Hamachi: Roll Your Own VPNs

By Joseph Moran

June 05, 2006

This handy new freeware tool enables creation and management your own "zero-configuration" virtual private networks (VPN).

Prior to the existence of the Internet as we know it today, if you needed a secure connection between two systems on remote networks, your choices were essentially to use a dedicated high-speed circuit like a T1 line or to rely on a slow modem, with both options often getting quite expensive.

Hamachi VPN Screenshot
Hamachi sports an attractive
yet rather Spartan interface

These connection methods were largely supplanted by the advent of virtual private networks (VPNs), which have made connecting remote computers significantly cheaper by setting up an encrypted and "tunneled" connection across the Internet, allowing multiple computers or networks to communicate securely across an inherently insecure medium.

The catch with VPNs, however, is that they can be hard to set up. By contrast, Applied Networking, Inc. rather confidently calls its Hamachi software a zero-config VPN application. We found that Hamachi does in fact make setting up a secure connection between systems a relatively simple affair that could easily be performed even by someone without significant networking expertise.

How Hamachi Works

There are several reasons that conventional VPN configuration can be so difficult. For starters, differences in implementation between manufacturers of routers, firewalls, and client software can and often do cause interoperability problems. And even if you're using the same equipment or software on both ends, a VPN can be a pain in the neck when you're trying to connect two networks using network address translation (NAT).

NAT is used on countless networks these days and lets multiple systems on a private LAN communicate with the Internet using a single public IP address. The problem is that in order to translate the addresses between the private and public networks, NAT must modify the address information within network packets. This usually prevents VPNs from working because the modified packets are interpreted as having been compromised.

To get around the various obstacles to a successful VPN connection, Hamachi borrows a technique used by peer-to-peer applications such as instant messaging (IM) software. It employs a external server it calls a mediation server that servers as a sort of directory and matchmaker for Hamachi clients. The mediation server authenticates clients through the exchange of encryption keys, tracks clients so they can locate each other behind routers and firewalls, and helps facilitate the setting up of secure connection between systems.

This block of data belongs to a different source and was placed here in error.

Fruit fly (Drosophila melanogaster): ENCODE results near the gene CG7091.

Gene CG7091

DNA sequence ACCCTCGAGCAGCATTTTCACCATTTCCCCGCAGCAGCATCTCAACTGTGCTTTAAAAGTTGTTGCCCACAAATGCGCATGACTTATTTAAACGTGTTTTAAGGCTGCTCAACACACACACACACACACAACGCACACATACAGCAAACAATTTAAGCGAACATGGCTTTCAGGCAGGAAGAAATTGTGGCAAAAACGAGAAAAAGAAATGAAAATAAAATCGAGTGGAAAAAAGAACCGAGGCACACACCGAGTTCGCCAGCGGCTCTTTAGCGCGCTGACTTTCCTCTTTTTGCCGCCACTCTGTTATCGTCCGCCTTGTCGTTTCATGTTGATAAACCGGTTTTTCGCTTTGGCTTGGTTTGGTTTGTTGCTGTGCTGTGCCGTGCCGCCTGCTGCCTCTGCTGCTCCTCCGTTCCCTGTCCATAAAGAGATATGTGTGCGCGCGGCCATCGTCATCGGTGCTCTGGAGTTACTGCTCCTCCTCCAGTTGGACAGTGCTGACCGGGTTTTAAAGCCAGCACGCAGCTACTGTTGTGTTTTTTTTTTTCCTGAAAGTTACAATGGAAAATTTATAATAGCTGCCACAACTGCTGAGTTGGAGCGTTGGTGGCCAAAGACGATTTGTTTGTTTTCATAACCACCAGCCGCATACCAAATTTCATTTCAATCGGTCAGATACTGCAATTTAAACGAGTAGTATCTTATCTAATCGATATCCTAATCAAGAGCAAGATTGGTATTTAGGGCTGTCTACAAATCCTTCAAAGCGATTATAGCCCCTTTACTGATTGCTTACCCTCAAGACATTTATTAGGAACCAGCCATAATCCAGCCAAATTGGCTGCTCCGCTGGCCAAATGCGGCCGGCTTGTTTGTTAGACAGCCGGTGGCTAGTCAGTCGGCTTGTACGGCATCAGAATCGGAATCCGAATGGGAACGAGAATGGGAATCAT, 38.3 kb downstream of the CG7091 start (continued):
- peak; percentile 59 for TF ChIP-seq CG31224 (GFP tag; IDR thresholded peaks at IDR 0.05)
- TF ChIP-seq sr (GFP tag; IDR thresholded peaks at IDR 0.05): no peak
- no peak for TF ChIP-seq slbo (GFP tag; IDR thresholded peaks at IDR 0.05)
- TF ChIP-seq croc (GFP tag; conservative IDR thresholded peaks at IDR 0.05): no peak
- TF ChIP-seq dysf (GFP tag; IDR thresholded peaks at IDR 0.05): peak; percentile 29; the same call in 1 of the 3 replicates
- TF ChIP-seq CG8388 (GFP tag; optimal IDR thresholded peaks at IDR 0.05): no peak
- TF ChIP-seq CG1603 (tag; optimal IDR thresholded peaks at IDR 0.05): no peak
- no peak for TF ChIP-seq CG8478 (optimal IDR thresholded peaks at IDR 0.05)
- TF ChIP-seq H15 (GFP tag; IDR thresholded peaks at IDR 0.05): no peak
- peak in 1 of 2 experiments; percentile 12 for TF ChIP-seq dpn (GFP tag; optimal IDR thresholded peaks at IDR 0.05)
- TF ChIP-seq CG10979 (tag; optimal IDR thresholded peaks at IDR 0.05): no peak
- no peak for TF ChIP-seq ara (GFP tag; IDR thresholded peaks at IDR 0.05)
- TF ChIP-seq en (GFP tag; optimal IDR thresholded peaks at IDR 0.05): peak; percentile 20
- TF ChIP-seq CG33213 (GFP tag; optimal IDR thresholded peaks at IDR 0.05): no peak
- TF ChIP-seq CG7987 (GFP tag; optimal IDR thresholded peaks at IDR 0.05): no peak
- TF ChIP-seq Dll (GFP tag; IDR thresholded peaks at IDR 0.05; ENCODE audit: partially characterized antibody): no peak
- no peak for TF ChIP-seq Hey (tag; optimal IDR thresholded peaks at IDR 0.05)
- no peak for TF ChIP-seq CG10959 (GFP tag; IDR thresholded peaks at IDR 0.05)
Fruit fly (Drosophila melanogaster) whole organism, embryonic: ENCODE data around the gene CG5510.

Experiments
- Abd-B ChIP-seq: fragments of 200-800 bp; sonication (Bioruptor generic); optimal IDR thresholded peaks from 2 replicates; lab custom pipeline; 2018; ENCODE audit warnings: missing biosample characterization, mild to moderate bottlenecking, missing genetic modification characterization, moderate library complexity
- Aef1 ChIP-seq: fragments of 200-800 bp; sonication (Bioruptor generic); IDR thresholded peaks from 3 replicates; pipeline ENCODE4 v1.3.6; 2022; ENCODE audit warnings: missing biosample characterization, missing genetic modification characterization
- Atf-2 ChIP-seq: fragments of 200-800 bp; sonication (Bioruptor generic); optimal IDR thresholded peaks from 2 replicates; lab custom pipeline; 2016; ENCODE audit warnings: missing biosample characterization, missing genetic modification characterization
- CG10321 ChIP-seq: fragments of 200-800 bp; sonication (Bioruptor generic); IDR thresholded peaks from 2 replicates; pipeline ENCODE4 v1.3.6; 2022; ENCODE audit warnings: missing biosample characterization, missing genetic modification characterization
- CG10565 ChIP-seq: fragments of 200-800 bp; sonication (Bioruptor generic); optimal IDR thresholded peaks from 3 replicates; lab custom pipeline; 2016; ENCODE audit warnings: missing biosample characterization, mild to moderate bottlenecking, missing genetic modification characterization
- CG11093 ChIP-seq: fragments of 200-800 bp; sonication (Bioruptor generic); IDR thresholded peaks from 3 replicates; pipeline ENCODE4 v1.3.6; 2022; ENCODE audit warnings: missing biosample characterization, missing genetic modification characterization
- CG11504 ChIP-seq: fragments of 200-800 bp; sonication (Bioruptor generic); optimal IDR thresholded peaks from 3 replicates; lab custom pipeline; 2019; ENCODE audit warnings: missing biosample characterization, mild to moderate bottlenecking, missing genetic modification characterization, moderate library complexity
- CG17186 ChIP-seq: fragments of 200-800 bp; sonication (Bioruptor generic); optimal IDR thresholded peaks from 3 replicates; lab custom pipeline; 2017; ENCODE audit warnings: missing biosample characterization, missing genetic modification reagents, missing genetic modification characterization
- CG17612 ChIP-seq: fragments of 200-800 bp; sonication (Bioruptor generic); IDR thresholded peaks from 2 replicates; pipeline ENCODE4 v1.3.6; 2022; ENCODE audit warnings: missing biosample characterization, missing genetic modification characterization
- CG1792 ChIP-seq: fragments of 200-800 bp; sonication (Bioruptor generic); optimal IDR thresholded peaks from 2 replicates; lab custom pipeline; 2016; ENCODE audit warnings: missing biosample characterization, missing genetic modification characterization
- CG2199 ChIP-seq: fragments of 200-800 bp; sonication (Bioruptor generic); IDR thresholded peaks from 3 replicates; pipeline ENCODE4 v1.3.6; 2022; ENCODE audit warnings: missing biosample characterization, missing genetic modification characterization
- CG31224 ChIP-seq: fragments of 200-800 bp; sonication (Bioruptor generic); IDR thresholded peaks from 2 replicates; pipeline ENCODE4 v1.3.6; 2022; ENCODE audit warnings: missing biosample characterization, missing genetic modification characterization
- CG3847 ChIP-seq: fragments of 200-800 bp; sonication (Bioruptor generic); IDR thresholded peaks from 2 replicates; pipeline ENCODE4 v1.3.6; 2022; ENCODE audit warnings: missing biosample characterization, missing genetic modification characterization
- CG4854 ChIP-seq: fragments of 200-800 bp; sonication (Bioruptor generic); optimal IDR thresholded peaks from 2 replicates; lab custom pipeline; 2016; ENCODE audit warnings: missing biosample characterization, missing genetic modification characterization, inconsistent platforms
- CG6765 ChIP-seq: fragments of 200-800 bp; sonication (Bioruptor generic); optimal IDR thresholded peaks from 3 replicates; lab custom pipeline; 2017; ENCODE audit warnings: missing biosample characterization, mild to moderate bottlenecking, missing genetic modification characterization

Applied Networking claims that once the mediation server has successfully established a connection between Hamachi clients, the secure connection is solely between the peers and no encrypted traffic passes through Hamachi servers. (The server does send regular keep-alive signals to clients, however, in order to keep idle connections up and running.)

Installation and Setup

Hamachi uses a very minimalist interface that's extremely simple and easy to use. The first time you run the software a brief tutorial takes you through a tour of the interface, but it's almost unnecessary since there are a mere three buttons on the client — the power button activates the Hamachi interface, the network button lets you create or join an existing network, and the gear button is for configuring application settings, of which there are only a handful.

When you install Hamachi, it creates its own virtual network interface on your system that has configuration parameters separate from those of your regular wired or wireless adapters. This Hamachi interface can be found alongside the others when you view your network connections in Windows, but it remains disabled until you turn on Hamachi using the aforementioned power button.

To create or join a Hamachi network, you click the network button and are prompted to supply a network name and password. As the connection is established, the Hamachi network interface is assigned its own IP address in a range separate from the one you're already using. For example, our test system's physical network adapter was configured with an address in the 192.168.1.x range, but our Hamachi adapter's IP address was assigned 5.40.88.144. (Although this address is technically a public IP address, in this case it's accessible only through the Hamachi network.)

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